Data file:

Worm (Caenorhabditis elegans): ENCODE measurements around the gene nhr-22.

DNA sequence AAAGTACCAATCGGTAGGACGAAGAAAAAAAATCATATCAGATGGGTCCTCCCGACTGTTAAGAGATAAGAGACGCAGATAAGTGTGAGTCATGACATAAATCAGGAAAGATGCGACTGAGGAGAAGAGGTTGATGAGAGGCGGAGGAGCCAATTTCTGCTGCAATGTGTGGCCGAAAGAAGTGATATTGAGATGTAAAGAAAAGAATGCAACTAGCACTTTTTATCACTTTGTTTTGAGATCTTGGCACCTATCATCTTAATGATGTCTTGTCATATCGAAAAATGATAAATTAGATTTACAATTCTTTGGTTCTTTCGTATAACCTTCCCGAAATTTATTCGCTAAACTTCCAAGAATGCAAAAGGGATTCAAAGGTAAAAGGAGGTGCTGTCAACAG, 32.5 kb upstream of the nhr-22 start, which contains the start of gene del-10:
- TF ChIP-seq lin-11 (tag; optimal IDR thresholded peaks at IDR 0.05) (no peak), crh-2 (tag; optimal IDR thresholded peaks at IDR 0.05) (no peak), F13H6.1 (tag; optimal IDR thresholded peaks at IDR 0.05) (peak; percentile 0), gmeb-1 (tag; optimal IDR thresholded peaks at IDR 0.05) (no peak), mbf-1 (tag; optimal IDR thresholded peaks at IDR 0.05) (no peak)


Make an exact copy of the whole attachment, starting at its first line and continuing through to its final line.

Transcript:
Worm (Caenorhabditis elegans): ENCODE measurements around the gene nhr-22.

DNA sequence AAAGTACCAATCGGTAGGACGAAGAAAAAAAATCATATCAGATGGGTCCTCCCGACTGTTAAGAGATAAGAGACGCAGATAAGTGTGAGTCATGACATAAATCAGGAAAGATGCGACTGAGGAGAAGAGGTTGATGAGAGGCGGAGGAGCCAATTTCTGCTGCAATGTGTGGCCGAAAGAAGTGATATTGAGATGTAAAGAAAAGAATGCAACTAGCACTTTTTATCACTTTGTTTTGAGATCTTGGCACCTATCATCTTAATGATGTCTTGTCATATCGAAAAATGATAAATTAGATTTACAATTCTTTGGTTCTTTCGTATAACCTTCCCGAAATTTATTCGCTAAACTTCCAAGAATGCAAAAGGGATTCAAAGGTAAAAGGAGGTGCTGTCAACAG, 32.5 kb upstream of the nhr-22 start, which contains the start of gene del-10:
- TF ChIP-seq lin-11 (tag; optimal IDR thresholded peaks at IDR 0.05) (no peak), crh-2 (tag; optimal IDR thresholded peaks at IDR 0.05) (no peak), F13H6.1 (tag; optimal IDR thresholded peaks at IDR 0.05) (peak; percentile 0), gmeb-1 (tag; optimal IDR thresholded peaks at IDR 0.05) (no peak), mbf-1 (tag; optimal IDR thresholded peaks at IDR 0.05) (no peak)